Type:
text; Dissertation-Reproduction (electronic)
Keywords:
Bees -- Speciation.; Ecological genetics.
Degree Name:
Ph.D.
Degree Level:
doctoral
Degree Program:
Ecology and Evolutionary Biology; Graduate College
Degree Grantor:
University of Arizona

Full metadata record

DC FieldValue Language
dc.language.isoenen_US
dc.titleAVAILABLE ENERGY AND SPECIES DIVERSITY: THEORY AND EXPERIMENTS WITH BEES (COMMUNITIES, FLOWERS, FORAGING).en_US
dc.creatorWRIGHT, DAVID HAMILTON.en_US
dc.contributor.authorWRIGHT, DAVID HAMILTON.en_US
dc.date.issued1984en_US
dc.publisherThe University of Arizona.en_US
dc.rightsCopyright © is held by the author. Digital access to this material is made possible by the University Libraries, University of Arizona. Further transmission, reproduction or presentation (such as public display or performance) of protected items is prohibited except with permission of the author.en_US
dc.description.abstractA general biogeographic theory of insular species diversity, species-energy theory, is produced by replacing area in species-area models with a measure of available energy. Islands with more available energy support larger populations, which have lower extinction rates. Given similar immigration rates, islands with greater available energy are therefore expected to support greater equilibrium numbers of species. Assuming that total population size is proportional to energy supply, and that species-abundance distributions are lognormal and of similar form, the species-energy relationship is approximated by S = kEᶻ. Species-energy theory explains 70-80% of the variation in species number of angiosperms and of birds on such widely varying islands as Greenland and Jamaica. The effects of energy on the structure of a subalpine bee community in Colorado were investigated. As available nector declined, during mornings and over the season, foraging profitability for Bombus appositus (Hymenoptera: Apidae) decreased. This change was manifested by increased foraging trip durations: nector loads did not change. Total colony profits increased as colonies grew over the season, but profit relative to colony size declined, due to reduced profitability of individual foraging trips. These results support the hypothesis of resource limitation in this species. Assemblages of bees foraging on patches of flowers showed effects of energy availability on species composition and dynamics. Bees foraging in enriched patches had lower departure rates than bees in control patches, and, consequently, increased equilibrium numbers of individuals and species present per patch. Both behavioral and mechanical factors influenced departure rates. A species-specific arrival-departure rate model satisfactorily described the foraging assemblages and their response to enrichment. Experiments performed on 2 species of flowers with different corolla tube lengths demonstrated that bee species respond differently to resources of unequal availability, necessitating a species-level approach. Analogies with island systems are discussed. Energy is important to communities in general and bees in particular on a variety of scales. By implication, human resource diversion from natural ecosystems may have profound impacts on global diversity and extinction.en_US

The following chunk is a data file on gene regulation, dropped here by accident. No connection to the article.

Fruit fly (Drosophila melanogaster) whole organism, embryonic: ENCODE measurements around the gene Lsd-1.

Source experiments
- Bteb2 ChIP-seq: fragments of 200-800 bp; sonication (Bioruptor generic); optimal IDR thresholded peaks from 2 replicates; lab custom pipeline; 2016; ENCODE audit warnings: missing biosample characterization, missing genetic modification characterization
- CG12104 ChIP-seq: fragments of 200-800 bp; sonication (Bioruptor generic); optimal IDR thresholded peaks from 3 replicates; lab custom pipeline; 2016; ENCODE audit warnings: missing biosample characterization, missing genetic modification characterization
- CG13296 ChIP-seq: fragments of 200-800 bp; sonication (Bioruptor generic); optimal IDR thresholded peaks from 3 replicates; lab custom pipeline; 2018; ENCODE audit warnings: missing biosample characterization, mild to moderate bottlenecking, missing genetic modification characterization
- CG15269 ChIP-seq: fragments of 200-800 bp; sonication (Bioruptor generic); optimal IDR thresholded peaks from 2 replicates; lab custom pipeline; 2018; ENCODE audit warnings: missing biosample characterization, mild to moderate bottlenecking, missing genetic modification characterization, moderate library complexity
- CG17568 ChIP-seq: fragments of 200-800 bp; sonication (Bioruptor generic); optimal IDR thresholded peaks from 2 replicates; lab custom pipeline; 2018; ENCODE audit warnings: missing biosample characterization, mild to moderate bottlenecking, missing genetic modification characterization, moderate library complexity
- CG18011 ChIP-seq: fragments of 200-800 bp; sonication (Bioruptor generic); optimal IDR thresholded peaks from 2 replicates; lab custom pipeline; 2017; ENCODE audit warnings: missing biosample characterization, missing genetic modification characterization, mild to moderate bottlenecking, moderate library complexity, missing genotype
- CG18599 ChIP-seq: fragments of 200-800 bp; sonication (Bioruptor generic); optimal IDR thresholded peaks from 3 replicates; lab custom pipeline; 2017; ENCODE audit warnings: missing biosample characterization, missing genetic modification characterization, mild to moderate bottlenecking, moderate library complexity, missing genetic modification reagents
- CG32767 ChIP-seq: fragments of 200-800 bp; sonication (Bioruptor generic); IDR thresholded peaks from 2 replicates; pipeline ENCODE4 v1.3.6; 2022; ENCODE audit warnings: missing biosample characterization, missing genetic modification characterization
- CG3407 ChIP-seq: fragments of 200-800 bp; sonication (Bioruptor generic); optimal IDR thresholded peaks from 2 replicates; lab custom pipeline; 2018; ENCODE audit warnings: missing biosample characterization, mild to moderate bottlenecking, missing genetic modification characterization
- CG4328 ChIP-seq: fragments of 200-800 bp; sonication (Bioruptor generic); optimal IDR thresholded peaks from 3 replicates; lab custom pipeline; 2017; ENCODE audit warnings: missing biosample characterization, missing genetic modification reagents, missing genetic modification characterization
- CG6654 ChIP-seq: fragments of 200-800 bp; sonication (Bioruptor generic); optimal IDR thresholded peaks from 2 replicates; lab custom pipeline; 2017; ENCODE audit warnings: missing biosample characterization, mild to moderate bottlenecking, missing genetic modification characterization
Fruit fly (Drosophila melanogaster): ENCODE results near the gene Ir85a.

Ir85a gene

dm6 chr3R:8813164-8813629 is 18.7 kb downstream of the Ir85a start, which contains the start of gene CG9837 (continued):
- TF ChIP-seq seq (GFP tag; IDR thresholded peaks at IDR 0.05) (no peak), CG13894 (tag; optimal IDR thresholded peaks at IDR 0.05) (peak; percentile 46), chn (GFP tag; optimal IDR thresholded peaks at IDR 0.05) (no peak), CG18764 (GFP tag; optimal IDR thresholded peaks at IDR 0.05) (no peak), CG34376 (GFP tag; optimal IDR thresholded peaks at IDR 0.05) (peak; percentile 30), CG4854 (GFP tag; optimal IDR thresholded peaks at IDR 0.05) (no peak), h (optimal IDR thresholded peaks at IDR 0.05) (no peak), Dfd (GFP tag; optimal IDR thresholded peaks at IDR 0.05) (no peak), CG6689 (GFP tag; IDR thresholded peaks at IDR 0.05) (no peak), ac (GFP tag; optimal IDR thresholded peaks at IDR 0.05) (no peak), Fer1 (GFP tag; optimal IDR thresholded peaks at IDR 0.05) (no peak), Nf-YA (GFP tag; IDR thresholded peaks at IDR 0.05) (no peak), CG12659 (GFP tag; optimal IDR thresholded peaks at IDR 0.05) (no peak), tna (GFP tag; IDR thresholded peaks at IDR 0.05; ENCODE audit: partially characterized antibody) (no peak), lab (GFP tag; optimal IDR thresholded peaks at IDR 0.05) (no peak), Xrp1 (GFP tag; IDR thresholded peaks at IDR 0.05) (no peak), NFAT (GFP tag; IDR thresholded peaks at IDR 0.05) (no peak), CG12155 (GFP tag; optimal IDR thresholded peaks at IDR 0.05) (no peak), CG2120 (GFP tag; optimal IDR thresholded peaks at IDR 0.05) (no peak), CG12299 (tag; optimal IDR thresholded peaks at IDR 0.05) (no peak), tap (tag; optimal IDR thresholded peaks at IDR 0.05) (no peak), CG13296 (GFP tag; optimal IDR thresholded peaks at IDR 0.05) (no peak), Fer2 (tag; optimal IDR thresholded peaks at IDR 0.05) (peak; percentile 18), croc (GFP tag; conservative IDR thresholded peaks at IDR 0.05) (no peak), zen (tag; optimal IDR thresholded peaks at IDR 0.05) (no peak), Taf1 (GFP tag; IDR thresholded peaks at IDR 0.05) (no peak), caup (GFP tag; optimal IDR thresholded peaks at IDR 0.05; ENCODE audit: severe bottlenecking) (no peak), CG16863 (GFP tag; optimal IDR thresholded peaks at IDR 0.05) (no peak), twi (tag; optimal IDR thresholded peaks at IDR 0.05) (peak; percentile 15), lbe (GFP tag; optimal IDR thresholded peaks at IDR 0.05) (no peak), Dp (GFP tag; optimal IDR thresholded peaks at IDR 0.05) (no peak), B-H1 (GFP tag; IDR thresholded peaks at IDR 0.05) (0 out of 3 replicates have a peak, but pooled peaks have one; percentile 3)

dc.typetexten_US
dc.typeDissertation-Reproduction (electronic)en_US
dc.subjectBees -- Speciation.en_US
dc.subjectEcological genetics.en_US
thesis.degree.namePh.D.en_US
thesis.degree.leveldoctoralen_US
thesis.degree.disciplineEcology and Evolutionary Biologyen_US
thesis.degree.disciplineGraduate Collegeen_US
thesis.degree.grantorUniversity of Arizonaen_US
dc.identifier.proquest8500480en_US
dc.identifier.oclc693345251en_US